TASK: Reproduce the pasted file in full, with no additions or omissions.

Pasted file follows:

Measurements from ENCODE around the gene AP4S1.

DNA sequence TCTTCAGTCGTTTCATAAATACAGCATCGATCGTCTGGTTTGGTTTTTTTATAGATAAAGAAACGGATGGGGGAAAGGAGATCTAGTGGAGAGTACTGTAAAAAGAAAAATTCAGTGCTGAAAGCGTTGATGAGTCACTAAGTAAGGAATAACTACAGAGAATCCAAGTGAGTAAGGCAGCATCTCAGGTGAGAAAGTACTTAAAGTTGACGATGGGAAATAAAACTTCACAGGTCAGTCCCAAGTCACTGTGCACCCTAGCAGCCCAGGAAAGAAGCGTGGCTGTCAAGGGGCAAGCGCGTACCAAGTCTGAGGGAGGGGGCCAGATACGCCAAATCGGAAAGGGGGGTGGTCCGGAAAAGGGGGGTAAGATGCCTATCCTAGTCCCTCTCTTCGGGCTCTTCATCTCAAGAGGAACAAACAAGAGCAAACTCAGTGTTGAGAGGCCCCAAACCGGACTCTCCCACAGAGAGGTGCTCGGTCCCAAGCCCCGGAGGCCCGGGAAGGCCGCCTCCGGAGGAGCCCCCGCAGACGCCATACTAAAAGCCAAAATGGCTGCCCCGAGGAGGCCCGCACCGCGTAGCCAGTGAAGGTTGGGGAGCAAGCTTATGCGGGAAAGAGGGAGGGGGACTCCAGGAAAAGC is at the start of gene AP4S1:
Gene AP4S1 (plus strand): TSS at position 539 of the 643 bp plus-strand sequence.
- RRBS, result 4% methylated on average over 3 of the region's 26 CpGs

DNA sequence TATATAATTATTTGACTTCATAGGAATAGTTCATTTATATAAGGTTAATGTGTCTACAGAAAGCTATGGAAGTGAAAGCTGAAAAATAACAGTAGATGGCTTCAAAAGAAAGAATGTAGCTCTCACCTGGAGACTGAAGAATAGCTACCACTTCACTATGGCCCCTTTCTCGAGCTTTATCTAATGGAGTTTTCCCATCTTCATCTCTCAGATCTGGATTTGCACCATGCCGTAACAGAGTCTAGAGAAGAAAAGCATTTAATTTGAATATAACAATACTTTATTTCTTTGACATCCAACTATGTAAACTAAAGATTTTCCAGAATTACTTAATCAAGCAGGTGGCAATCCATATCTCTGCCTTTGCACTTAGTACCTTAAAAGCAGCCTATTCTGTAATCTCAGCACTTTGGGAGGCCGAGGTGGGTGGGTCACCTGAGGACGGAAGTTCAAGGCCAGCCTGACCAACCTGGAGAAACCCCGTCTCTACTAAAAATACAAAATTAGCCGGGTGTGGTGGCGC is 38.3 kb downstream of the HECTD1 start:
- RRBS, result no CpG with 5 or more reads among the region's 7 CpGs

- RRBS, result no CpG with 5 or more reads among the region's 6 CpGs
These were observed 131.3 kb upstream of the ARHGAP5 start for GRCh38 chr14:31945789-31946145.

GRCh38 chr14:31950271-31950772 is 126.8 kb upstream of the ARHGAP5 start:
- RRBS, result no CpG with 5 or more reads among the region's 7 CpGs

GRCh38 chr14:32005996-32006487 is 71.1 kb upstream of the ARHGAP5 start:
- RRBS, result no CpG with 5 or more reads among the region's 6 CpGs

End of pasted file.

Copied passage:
Measurements from ENCODE around the gene AP4S1.

DNA sequence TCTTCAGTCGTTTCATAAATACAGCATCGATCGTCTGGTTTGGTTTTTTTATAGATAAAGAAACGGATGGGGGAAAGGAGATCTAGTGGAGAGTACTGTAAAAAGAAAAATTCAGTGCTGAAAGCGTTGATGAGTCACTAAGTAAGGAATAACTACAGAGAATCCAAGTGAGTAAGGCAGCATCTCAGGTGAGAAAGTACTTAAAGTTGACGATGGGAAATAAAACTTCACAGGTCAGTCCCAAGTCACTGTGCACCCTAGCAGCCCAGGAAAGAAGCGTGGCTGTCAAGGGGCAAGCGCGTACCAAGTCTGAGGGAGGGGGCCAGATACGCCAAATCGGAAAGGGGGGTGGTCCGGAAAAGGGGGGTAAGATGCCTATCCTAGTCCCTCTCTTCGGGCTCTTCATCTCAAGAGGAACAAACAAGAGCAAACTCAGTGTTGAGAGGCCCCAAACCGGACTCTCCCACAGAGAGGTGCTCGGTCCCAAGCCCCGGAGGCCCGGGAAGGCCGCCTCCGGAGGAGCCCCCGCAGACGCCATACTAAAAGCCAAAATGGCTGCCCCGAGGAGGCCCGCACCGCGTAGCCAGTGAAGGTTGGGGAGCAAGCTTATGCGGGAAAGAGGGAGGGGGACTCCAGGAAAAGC is at the start of gene AP4S1:
Gene AP4S1 (plus strand): TSS at position 539 of the 643 bp plus-strand sequence.
- RRBS, result 4% methylated on average over 3 of the region's 26 CpGs

DNA sequence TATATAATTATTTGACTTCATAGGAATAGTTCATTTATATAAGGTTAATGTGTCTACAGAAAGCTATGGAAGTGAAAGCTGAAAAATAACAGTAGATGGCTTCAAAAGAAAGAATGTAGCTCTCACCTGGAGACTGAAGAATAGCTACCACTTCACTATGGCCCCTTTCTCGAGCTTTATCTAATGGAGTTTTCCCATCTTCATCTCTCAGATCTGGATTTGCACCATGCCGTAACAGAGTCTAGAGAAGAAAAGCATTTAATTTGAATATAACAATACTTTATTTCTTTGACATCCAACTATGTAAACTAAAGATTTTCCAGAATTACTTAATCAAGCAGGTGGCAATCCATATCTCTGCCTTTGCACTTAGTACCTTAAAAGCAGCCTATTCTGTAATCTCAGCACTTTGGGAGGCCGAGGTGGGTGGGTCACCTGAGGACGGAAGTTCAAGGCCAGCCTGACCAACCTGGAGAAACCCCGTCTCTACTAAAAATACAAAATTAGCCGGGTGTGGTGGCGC is 38.3 kb downstream of the HECTD1 start:
- RRBS, result no CpG with 5 or more reads among the region's 7 CpGs

- RRBS, result no CpG with 5 or more reads among the region's 6 CpGs
These were observed 131.3 kb upstream of the ARHGAP5 start for GRCh38 chr14:31945789-31946145.

GRCh38 chr14:31950271-31950772 is 126.8 kb upstream of the ARHGAP5 start:
- RRBS, result no CpG with 5 or more reads among the region's 7 CpGs

GRCh38 chr14:32005996-32006487 is 71.1 kb upstream of the ARHGAP5 start:
- RRBS, result no CpG with 5 or more reads among the region's 6 CpGs